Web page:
Silicon Valley's dirty side

Silicon Valley's dirty side

Guadalupe Herrera puts in more than her share of late nights at Cisco Systems, but don't count her among that company's paper millionaires. For the past 14 months, Herrera has worked from 6:00pm to 2:30am emptying the trash, cleaning the toilets and wiping down the work areas of the senior programmers who are paid a starting salary somewhere between $100,000 and $125,000. Herrera, by contrast, makes less than $17,000 a year.

That's the top pay for janitors at even the most cash-rich of the Valley's technology companies, no options or retirement benefits included. Silicon Valley has created more than its share of stock-option millionaires, but it's also given rise to people like Guadalupe Herrera and Laura Arreola, a janitor at 3Com. Arreola lives in a converted garage with her husband, her brother and two children. All three adults work. They show the flip side of the Valley's boom.

The disparity has been there since the beginning, but despite all the talk of bridging the digital divide, the gap continues to widen, even within the halls of the Internet economy's shining stars. Here, housing is the most expensive in the country. There's so much venture money floating around the Valley that the pundit Paul Saffo once joked that there are "not enough rat holes to stuff it down". Yet at the same time, the Valley garage, once the symbol of the startup spirit that gave rise to the tech boom, suggests a deeper, less romantic reality.

In 1999, Cisco CEO John Chambers was compensated at a rate - including the options he exercised - that was 7176 times that of Guadalupe Herrera's pay. Chambers lives in a pink stucco palace high up in the Los Altos Hills, and Herrera is one of four people living in a drafty, musty garage in a San Jose neighbourhood known for its gangs. Where it was once the perfect low-cost lab for banging out prototypes, the garage is now the best housing that janitors can afford. Herrera, 30, is a sad-faced woman with beefy arms and a heavy brow that seems frozen in a constant state of worry. Herrera braces every time the phone rings, fearing it's someone from the collection agency that has been hounding her ever since one of her two children fell seriously ill.

Her partner holds a full-time job as a janitor in a nursing home. Yet when the car they share broke down, Herrera was forced to work a second job at Kmart for six months while her partner picked up extra work as a day labourer so they'd have enough money to buy a slightly newer used car. "I'm one of the lucky ones," the Mexican-born Herrera says through a translator. "Most of the other janitors I know at Cisco work second jobs full-time. They get home at 3am, get a few hours' sleep, then get up to clean homes, work as maids at a hotel, clean windows, work as busboys - any work they can find." Most of the Valley's janitors are Spanish-speaking immigrants from Mexico or other points south. Some janitors commute from as far away as Stockton, California, two hours to the east. According to a survey by the Service Employees International Union, the children of nearly one in every three janitors must sleep in the living room. Nearly 40 per cent rent out a portion of their apartment to friends, families or strangers. Many must make the Hobbesian choice of living in substandard conditions or working a second full-time job, if not both.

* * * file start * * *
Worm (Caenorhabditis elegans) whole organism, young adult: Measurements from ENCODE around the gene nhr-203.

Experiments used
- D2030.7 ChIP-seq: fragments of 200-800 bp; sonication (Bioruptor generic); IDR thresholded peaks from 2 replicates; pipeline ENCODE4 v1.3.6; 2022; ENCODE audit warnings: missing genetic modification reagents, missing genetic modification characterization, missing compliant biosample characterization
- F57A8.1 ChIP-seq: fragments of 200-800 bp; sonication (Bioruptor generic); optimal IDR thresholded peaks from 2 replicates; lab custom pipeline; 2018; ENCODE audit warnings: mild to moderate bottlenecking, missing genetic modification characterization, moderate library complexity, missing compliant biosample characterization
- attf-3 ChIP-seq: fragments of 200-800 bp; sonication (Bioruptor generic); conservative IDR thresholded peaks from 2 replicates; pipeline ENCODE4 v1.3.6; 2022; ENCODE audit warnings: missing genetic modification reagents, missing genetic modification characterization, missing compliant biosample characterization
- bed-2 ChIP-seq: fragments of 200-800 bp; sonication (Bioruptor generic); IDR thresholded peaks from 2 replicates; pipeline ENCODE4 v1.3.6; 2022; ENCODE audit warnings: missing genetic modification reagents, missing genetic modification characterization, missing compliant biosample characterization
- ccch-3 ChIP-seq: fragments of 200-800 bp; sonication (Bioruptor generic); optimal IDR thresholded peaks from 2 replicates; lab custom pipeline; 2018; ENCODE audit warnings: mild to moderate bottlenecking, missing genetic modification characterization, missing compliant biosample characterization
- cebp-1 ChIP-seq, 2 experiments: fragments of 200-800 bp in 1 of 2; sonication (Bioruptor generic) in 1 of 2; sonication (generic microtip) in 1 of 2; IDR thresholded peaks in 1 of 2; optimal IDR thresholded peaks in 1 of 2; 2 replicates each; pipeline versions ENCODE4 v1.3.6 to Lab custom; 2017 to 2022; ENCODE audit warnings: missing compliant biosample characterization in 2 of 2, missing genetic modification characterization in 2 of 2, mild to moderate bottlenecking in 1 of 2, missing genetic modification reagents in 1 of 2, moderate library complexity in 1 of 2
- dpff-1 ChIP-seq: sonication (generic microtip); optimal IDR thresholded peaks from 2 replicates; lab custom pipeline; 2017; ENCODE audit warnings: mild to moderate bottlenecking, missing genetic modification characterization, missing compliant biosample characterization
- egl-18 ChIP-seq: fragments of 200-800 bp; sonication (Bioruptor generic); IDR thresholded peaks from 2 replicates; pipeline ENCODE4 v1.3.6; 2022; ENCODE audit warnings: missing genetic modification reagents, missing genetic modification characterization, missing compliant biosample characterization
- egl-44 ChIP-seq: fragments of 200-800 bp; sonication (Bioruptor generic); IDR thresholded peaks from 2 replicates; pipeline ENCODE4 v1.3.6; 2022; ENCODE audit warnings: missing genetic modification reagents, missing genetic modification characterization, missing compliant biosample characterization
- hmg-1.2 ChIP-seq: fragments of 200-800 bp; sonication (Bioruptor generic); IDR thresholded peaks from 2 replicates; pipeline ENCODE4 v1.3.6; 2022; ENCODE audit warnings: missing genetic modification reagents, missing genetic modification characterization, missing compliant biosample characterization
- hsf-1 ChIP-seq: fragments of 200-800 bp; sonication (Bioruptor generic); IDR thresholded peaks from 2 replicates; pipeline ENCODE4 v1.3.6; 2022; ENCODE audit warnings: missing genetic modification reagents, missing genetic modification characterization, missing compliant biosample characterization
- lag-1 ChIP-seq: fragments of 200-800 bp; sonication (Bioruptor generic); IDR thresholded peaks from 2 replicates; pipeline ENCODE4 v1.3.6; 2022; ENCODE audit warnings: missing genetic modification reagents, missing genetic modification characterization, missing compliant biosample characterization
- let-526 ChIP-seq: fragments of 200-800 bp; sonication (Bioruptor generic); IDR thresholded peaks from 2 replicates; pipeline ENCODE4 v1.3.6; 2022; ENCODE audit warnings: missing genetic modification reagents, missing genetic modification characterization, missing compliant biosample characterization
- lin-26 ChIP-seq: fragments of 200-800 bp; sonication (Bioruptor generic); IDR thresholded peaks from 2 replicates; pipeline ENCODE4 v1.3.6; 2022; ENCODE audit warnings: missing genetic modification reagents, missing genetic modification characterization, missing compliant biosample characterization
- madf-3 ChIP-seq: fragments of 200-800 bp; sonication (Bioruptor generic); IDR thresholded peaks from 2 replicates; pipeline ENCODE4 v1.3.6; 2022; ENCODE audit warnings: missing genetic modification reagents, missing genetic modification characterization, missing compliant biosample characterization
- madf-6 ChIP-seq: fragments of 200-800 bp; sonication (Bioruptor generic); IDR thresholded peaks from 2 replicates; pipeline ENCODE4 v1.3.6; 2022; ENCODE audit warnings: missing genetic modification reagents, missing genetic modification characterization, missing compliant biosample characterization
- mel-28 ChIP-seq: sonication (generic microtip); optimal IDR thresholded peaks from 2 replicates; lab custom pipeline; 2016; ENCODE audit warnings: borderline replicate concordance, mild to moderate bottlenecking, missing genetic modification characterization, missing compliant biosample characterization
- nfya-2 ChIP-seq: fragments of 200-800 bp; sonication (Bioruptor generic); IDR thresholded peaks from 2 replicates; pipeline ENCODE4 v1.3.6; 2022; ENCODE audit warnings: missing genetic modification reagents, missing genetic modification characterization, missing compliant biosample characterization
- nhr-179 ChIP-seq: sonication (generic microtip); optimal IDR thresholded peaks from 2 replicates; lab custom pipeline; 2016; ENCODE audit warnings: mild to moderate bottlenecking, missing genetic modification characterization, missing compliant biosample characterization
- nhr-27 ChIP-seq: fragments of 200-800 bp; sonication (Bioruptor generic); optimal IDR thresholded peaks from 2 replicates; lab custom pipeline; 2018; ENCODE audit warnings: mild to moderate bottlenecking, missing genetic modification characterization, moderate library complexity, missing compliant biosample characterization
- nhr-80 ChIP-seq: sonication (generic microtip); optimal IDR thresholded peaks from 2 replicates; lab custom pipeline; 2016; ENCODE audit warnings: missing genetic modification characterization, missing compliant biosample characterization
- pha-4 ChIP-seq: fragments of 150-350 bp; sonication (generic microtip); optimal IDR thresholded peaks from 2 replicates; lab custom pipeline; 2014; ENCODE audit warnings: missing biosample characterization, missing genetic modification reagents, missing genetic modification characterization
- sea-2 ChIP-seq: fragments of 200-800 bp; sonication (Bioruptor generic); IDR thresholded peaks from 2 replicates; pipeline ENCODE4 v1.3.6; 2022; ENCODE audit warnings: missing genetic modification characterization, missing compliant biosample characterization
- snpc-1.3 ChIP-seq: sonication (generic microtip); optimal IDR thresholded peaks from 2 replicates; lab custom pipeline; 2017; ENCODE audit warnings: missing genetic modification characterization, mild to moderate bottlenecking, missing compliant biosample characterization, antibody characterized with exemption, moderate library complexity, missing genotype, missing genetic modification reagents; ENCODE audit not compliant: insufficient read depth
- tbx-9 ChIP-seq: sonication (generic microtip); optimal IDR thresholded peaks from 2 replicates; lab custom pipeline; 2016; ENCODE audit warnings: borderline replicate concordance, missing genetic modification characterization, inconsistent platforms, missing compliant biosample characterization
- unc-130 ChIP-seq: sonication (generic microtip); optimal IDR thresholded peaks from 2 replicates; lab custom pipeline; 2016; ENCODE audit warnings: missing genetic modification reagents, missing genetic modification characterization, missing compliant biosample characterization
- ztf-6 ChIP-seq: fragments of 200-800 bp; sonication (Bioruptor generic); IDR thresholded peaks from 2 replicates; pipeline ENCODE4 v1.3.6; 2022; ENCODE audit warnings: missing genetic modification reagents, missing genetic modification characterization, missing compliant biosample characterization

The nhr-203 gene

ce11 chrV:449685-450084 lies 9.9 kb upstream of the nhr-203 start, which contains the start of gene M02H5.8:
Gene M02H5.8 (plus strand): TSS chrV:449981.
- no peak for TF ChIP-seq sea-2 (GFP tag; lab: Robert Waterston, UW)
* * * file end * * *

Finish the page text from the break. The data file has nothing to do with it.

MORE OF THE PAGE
Yolanda Marquez is a mother of four, and a janitor at Hewlett-Packard who also works a full-time day job as a maid at a downtown San Jose hotel. To make ends meet, she also rents out one of the bedrooms in her two-bedroom apartment. "It's not so bad," Marquez says. "Until a year or two ago, we all slept in the living room and I rented out both bedrooms." Her parents live in one of the bedrooms, and a family of three lives in the other. That means 10 people share a single bathroom, and three families take turns in the kitchen. "No one should live in a garage, regardless of where they work," says Cisco spokesman Steve Langdon. "But the reality is that there have been phenomenal successes in the Valley, and that has made life better for some. But to some extent, it's made life more difficult for others." Still, Langdon accepts no responsibility for people like Herrera who clean his company's sprawling facilities.

The janitors, Langdon points out, work not for Cisco, but for outside contractors. "We hope and expect our vendors treat the people they employ fairly," Langdon says. And if they don't? "You don't seem to understand the way it works. The janitors work for the vendor. They don't work for us." The majority of the Valley's janitors are represented by the Service Employees International Union, or SEIU. Salvador Bustamante, the union's lead organiser in Northern California, accuses companies such as Cisco of hiding behind a technicality. "These companies benefit directly from the labour of these janitors," says Bustamante. "And yet when it's time for them to take responsibility for the situation, they wash their hands. They say, ‘Well, they don't work for me, they work for contractor X.' Yet they set the terms under which the contractor is brought in to clean a facility. They're the ones who decide how much they're willing to pay."